Deposited by the Super Moon in a Miami Parking Garage, the Octopus Finds a Drain

by AUSTIN SEGREST

Submerged mop head with three hearts, it can squeeze in wherever its beak can fit— like the first person singular, a natural limit. Its sentient suckers are little moons that pull their ten-pound tide rippling through the pipe. Its wind sock arms snake out the other side. Like the tongue it only seems liquid, only seems it’s not what it is, a series of little steps. How long does it take to change your circumstances, your whereabouts, shape and color? A bead of mercury, the octopus is falling where the drain empties over the sea, falling even as it’s arriving, head, beak, and eyes in waves. By increments the octopus deposits what it saves. It doesn’t pose for any pictures; as soon as it’s out it’s gone, dropped out like afterbirth, like paint squeezed out from the moon. In the night’s ink we lose it. Other tides rise to their feet, as the moon rolls around the arena and the waves sit back down in their seats.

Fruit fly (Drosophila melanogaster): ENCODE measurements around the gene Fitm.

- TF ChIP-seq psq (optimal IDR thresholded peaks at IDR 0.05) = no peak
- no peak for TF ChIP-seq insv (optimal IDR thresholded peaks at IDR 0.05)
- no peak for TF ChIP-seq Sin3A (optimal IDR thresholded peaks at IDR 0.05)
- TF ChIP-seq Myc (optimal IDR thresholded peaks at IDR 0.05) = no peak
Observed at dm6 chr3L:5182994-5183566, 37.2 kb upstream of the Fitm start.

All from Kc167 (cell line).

Originally from Alabama, AUSTIN SEGREST teaches at Lawrence University in Wisconsin. His poems appear in The Yale Review, The Threepenny Review, New England Review, Ploughshares, Ecotone, and others. This fall he will be a Provincetown fellow at the Fine Arts Work Center.